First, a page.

While passively heating one’s house with solar energy has been a concept that has existed since the beginning of time, certified modern Passive Houses are a concept that came to life in Germany and Sweden in the late 80’s.

The original goal of this method of home design is to create buildings that no longer need central heating systems, specifically for northern, cold climates. While this may seem to be a totally unrealistic goal for the average Canadian, a home that is certified as a Passivhaus typically results in a 90% decrease of energy required to heat a conventional house.

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This is achieved by optimizing the building shell until the conventional heating system is no longer required. The small amount of heating energy which is still needed can then be supplied via the ventilation air stream.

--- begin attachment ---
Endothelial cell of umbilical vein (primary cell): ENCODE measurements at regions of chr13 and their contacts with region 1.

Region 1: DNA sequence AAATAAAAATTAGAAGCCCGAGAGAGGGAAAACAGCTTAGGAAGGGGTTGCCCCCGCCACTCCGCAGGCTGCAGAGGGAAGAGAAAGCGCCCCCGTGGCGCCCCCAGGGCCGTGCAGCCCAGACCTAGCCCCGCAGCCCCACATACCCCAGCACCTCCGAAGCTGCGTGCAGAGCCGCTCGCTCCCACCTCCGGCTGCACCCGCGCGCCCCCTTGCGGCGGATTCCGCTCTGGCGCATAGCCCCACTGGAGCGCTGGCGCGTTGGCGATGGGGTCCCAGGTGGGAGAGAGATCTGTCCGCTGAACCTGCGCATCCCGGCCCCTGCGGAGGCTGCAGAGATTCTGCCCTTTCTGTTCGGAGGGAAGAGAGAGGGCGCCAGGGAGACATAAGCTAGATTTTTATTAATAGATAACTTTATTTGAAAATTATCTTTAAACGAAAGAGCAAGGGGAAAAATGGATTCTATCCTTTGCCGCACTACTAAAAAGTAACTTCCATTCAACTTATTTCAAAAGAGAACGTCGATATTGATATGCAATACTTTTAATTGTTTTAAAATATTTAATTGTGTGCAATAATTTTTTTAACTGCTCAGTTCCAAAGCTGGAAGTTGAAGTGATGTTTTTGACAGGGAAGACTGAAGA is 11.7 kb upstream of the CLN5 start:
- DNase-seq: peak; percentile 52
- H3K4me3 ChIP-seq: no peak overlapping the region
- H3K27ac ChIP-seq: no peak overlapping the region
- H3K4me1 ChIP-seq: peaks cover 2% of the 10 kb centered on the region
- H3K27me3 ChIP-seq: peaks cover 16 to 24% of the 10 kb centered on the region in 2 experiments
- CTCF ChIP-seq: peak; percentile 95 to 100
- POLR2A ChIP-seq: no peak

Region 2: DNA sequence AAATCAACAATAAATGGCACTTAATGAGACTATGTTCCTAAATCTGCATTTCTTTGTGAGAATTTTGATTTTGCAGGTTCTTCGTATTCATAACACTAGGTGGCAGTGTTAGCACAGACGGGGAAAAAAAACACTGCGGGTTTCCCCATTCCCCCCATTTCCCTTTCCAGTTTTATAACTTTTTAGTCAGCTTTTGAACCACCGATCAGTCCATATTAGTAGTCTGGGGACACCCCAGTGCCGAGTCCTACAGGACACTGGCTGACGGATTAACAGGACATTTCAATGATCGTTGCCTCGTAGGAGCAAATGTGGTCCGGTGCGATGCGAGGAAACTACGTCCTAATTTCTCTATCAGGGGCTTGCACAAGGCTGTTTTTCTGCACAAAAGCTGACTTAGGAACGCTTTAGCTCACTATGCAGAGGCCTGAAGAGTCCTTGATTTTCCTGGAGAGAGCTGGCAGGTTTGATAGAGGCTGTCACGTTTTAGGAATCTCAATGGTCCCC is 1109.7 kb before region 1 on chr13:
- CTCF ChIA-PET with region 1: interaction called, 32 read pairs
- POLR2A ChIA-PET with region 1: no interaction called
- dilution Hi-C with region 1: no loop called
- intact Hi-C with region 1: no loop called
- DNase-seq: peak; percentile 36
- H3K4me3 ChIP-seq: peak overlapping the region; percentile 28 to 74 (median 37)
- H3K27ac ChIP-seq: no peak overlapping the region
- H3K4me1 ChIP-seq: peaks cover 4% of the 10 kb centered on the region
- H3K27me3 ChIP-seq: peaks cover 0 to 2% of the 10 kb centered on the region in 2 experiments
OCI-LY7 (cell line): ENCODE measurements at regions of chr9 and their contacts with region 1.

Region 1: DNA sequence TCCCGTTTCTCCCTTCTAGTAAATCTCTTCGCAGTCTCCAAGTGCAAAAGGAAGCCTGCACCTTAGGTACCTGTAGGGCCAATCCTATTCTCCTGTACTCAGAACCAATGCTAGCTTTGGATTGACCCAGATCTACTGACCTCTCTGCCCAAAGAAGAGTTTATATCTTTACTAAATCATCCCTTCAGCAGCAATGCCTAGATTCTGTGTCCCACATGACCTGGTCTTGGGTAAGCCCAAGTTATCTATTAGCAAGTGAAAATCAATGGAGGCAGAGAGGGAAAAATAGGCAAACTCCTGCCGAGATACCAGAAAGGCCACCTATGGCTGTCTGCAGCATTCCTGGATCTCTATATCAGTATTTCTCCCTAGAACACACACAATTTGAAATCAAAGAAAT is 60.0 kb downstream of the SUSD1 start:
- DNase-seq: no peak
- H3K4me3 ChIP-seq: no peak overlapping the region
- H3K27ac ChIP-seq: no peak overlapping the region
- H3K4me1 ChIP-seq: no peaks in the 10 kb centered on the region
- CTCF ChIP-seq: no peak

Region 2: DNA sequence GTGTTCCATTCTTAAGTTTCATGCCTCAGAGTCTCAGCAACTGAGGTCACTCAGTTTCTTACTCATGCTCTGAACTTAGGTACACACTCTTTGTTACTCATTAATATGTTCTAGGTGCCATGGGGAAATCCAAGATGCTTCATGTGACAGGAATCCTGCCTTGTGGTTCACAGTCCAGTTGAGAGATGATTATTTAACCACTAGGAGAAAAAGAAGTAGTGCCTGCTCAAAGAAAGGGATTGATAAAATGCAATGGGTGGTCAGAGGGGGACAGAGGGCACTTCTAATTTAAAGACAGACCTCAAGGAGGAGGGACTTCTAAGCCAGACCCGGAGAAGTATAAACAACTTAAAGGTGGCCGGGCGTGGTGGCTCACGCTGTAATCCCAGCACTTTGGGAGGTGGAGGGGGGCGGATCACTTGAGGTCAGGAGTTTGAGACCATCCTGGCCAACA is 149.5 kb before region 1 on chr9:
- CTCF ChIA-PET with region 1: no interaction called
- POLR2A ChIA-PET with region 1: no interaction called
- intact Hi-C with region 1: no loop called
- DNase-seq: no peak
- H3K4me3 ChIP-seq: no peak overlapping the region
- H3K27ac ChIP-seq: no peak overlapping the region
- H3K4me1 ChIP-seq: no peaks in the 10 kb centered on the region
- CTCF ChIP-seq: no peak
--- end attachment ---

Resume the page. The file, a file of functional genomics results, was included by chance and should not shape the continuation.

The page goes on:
Passive houses however, are reported to be about 5% to 10% more expensive to construct than conventional buildings. This upfront cost can be recouped to a large extent through the massive decrease in heating and cooling costs for your home.

Passive House Cost Savings diagram by Brett Sichello Design

Passive House Cost Savings diagram by Brett Sichello Design

The features that help a Passive Home reduce energy footprint are:

  • super insulation
  • energy efficient windows, shade considerations
  • air-tightness (no drafts or hot or cold spots)
  • heat recovery ventilators (these eliminate the need for conventional heating systems)
  • sustainable and regenerative hot water supply
  • fixtures that are energy saving (lighting, appliances)
  • solar and landscape considerations

Do you have any experience building or living in a passive house? Let us know, we’d love to hear about it.

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Posted by Leslie Andrachuk